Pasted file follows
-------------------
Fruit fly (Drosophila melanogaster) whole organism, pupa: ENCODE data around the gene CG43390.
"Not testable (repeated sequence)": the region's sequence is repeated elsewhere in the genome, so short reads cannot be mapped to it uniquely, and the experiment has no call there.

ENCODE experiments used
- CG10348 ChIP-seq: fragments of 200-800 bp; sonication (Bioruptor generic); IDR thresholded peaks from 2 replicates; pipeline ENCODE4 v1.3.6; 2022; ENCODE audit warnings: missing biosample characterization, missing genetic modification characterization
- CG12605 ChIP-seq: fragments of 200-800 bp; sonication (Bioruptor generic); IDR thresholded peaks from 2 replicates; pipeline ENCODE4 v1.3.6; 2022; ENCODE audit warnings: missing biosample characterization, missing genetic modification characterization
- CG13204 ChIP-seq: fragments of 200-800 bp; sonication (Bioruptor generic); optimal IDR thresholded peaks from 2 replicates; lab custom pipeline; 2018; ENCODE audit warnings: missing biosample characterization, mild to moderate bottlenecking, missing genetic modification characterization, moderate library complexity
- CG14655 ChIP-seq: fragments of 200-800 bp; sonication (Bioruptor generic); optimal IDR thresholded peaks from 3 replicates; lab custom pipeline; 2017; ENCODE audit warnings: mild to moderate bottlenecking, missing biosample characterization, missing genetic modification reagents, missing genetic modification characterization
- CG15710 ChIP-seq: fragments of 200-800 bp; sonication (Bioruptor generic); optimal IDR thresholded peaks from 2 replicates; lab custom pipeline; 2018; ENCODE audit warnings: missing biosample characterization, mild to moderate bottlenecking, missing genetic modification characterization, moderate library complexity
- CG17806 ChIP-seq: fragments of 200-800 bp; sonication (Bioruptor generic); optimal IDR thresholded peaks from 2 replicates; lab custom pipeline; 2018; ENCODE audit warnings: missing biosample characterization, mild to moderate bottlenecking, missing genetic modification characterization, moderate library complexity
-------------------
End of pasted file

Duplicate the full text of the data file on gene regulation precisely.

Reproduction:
Fruit fly (Drosophila melanogaster) whole organism, pupa: ENCODE data around the gene CG43390.
"Not testable (repeated sequence)": the region's sequence is repeated elsewhere in the genome, so short reads cannot be mapped to it uniquely, and the experiment has no call there.

ENCODE experiments used
- CG10348 ChIP-seq: fragments of 200-800 bp; sonication (Bioruptor generic); IDR thresholded peaks from 2 replicates; pipeline ENCODE4 v1.3.6; 2022; ENCODE audit warnings: missing biosample characterization, missing genetic modification characterization
- CG12605 ChIP-seq: fragments of 200-800 bp; sonication (Bioruptor generic); IDR thresholded peaks from 2 replicates; pipeline ENCODE4 v1.3.6; 2022; ENCODE audit warnings: missing biosample characterization, missing genetic modification characterization
- CG13204 ChIP-seq: fragments of 200-800 bp; sonication (Bioruptor generic); optimal IDR thresholded peaks from 2 replicates; lab custom pipeline; 2018; ENCODE audit warnings: missing biosample characterization, mild to moderate bottlenecking, missing genetic modification characterization, moderate library complexity
- CG14655 ChIP-seq: fragments of 200-800 bp; sonication (Bioruptor generic); optimal IDR thresholded peaks from 3 replicates; lab custom pipeline; 2017; ENCODE audit warnings: mild to moderate bottlenecking, missing biosample characterization, missing genetic modification reagents, missing genetic modification characterization
- CG15710 ChIP-seq: fragments of 200-800 bp; sonication (Bioruptor generic); optimal IDR thresholded peaks from 2 replicates; lab custom pipeline; 2018; ENCODE audit warnings: missing biosample characterization, mild to moderate bottlenecking, missing genetic modification characterization, moderate library complexity
- CG17806 ChIP-seq: fragments of 200-800 bp; sonication (Bioruptor generic); optimal IDR thresholded peaks from 2 replicates; lab custom pipeline; 2018; ENCODE audit warnings: missing biosample characterization, mild to moderate bottlenecking, missing genetic modification characterization, moderate library complexity